Three plays of more than eight yards.
That’s what the Seahawks offense produced Sunday in Baltimore. The 37-3 thrashing by the formidable Ravens offered a cornucopia of dubious worsts and firsts. The futility banged up all the shiny paint on the Seahawks’ 2023 model, leaving fans wondering whether there is enough Bondo, spackle and primer in the world to hide the scratches and dents.
Fortunately for the 5-3 Seahawks, the NFL schedule continues to be generous. They host Sunday the 4-5 Washington Commanders, commanded by someone named Sam Howell, believed to be the grandson of Gilligan’s Island’s Thurston Howell III. Then follows a trip to Los Angeles Nov. 19 to face the 3-6 Rams, who, minus injured QB Matthew Stafford, also lost fecklessly Sunday, 20-3 at Green Bay to the equally woebegone Packers.
While assuming anything regarding NFL results has long been proven to be a reckless endeavor, it is at least plausible to suggest at mid-season that the Seahawks can win both games, owing largely to opponent lameness. That would mean the Seahawks enter their nationally televised Thanksgiving Day game against the San Francisco 49ers with a chance to prove they are the worst 7-3 team in NFL history.
If that doesn’t sour your sweet potato pie, you can always return to dinner and re-join the less disagreeable Republicans vs. Democrats argument within the fam.
A glance at the results from the season’s first half suggests that being tied for first in the NFC West with the 49ers is not what it seems.
Three of Seattle’s wins came against arguably the worst teams in the league (1-8 Cardinals, 2-7 Giants, 1-7 Panthers). They also lost the gruesome opener to the 3-6 Rams. The best two wins, over the 6-2 Lions and 5-3 Browns, required last-moment, semi-miracles. They lost twice to winners (the 5-3 Bengals and the disaster at 7-2 Baltimore).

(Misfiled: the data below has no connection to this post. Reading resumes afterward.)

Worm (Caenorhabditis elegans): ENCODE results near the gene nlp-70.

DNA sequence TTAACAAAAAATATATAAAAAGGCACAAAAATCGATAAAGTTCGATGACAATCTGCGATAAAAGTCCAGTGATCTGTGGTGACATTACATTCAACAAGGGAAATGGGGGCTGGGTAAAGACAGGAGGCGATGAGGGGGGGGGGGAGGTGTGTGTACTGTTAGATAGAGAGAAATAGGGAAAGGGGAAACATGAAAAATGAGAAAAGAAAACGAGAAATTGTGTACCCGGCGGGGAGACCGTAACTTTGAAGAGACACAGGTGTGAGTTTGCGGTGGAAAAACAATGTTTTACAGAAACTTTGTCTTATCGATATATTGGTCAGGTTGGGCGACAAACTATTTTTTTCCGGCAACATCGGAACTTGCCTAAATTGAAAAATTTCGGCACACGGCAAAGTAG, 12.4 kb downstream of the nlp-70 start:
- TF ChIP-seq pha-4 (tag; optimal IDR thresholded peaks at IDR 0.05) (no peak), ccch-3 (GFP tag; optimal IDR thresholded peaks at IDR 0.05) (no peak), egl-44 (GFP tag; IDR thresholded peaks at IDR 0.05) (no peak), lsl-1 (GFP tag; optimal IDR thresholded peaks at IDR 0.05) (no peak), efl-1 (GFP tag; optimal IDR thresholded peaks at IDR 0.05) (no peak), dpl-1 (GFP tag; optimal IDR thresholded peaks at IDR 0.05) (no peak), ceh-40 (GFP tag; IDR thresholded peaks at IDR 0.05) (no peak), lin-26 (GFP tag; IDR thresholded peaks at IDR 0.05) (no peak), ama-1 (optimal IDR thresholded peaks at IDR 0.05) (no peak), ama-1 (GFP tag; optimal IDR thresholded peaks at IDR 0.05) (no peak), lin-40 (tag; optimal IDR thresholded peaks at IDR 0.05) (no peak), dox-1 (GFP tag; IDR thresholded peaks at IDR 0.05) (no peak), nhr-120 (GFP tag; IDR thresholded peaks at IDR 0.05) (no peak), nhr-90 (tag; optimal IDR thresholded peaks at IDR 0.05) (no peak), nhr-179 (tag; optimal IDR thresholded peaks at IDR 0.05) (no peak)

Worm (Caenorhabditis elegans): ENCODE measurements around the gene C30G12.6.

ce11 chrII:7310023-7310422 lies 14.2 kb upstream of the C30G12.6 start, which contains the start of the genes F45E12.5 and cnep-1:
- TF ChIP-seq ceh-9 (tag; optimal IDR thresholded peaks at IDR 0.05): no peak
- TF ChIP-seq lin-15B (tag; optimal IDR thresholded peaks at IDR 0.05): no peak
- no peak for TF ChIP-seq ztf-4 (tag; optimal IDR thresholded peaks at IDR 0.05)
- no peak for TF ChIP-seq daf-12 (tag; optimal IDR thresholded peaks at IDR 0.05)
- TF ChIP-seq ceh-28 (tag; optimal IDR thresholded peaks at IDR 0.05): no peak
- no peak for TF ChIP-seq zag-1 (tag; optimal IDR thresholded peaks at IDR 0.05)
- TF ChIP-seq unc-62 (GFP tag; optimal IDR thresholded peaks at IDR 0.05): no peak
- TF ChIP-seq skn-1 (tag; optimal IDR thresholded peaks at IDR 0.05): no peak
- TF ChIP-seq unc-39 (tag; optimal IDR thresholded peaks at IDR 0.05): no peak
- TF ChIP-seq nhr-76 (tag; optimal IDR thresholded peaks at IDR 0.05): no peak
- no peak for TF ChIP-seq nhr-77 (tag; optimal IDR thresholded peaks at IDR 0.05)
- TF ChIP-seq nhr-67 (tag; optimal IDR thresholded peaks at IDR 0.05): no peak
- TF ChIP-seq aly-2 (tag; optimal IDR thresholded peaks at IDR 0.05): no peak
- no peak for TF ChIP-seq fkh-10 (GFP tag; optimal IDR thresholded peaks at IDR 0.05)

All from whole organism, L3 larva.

The breadth and depth of the Ravens conquest rivals a 2017 loss to the Rams as the worst in coach Pete Carroll’s tenure, beyond the early days. That 42-7 debacle, in which the Rams led at the half 34-0, was in Seattle, where force of nature Aaron Donald sacked Russell Wilson three times (out of seven by LA) and hit him four times. For whatever it’s worth, Seattle bounced back the next week to beat the Cowboys 21-12, but subsequently finished 9-7 and missed the playoffs.
At the moment, the only thing pointing the Seahawks toward the playoffs is a pillow-soft schedule.
“It’s just a really hard, long day against a really good team,” Carroll said post-game Sunday. “They took it to us.”
It’s hard to say whether the offense or defense was most taken. Forced to choose which will be slower to recover, it has to be the offense. The skill position players are all NFL average or better. But for the seventh time in eight games, the Seahawks have started a different line combination, mostly because of widespread injuries, but also some measure of substandard talent.
The original plan included second-year players Charles Cross and Abe Lucas at the tackles, veterans Damien Lewis and Phil Haynes at the guard spots, and at center, newcomer free-agent signee Evan Brown. But injuries, including to back-ups, have been so prevalent that the Seahawks were forced to hire off his couch Jason Peters, a former Pro Bowl tackle who is nearly old enough to address Carroll as, “Hey, kid.”
The increasing inability to protect the quarterback led to a cascade of problems that has Geno Smith on a weekly post-game apology tour for misdeeds sometimes not his fault.
The Athletic reported this week (via TruMedia stats) that since the season’s fourth week, Smith has been pressured at the highest rate in the league among qualifying quarterbacks. While some of that can be Smith’s responsibility, it’s clear that the eight turnovers ascribed to Smith over the past four games have had multiple contributors. Two of the backups, Anthony Bradford and Olu Oluwatimi, are rookies doing rookie things.
Carroll and players rarely offer public criticism of individuals, which is wise. But that doesn’t change the fact that until good health and experience kick in, the season’s second half largely will be a festival of inconsistency that will make Smith’s game look subpar. Against the Ravens, his two turnovers were a strip-sack fumble and an interception off a route-running mistake. He also had three other sacks and three passes batted away at the line. That’s a big part of the reason the Seahawks, in addition to the paucity of big plays, converted one of 12 third-down chances.
To many fans, the big guys up front are often anonymous and mysterious. But they’re in the spotlight now. Of course, they had no responsibility for the other disastrous number from Sunday — 298 yards rushing given up by the defense, most in Carroll’s time in Seattle.
At 7.3 yards per carry, that’s more efficient than a Swiss watch. But let’s deal with one confounding theme at a time. If the Seahawks are declared as the worst-ever 7-3 team, there will be plenty of clock for lamentations.